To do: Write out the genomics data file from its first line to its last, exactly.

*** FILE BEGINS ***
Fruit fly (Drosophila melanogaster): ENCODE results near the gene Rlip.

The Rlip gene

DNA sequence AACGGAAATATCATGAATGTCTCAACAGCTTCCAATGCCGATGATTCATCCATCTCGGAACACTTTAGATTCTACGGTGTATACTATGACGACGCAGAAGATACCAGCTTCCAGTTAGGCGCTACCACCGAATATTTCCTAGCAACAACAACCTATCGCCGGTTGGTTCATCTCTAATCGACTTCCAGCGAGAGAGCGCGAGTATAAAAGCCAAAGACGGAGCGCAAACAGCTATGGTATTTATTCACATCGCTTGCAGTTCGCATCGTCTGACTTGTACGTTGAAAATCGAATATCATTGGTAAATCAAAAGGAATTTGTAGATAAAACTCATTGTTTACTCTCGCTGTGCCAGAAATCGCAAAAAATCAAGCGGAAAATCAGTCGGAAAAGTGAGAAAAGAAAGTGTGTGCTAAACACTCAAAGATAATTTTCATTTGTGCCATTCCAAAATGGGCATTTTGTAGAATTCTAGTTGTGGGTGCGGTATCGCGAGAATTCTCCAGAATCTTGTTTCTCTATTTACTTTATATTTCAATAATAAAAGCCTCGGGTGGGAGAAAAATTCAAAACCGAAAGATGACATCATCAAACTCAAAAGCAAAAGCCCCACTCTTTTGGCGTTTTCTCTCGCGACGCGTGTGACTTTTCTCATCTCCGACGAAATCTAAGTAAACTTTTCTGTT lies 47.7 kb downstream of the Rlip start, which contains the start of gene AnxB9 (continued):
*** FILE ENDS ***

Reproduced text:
Fruit fly (Drosophila melanogaster): ENCODE results near the gene Rlip.

The Rlip gene

DNA sequence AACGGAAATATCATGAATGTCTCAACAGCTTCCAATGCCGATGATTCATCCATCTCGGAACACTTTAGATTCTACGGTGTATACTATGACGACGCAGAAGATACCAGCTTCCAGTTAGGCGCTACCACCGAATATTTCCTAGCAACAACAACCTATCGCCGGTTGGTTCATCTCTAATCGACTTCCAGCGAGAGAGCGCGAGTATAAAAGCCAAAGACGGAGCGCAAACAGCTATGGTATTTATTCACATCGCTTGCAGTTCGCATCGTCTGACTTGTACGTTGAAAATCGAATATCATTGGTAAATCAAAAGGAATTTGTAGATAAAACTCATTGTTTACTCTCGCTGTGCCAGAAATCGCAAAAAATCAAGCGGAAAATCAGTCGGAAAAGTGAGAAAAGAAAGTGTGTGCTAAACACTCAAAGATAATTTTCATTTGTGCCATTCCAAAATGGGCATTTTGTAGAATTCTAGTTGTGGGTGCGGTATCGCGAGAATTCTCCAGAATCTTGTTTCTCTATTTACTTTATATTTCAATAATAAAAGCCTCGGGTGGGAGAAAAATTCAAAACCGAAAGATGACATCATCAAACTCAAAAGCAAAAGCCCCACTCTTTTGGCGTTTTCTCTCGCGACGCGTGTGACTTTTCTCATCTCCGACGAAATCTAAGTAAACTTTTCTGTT lies 47.7 kb downstream of the Rlip start, which contains the start of gene AnxB9 (continued):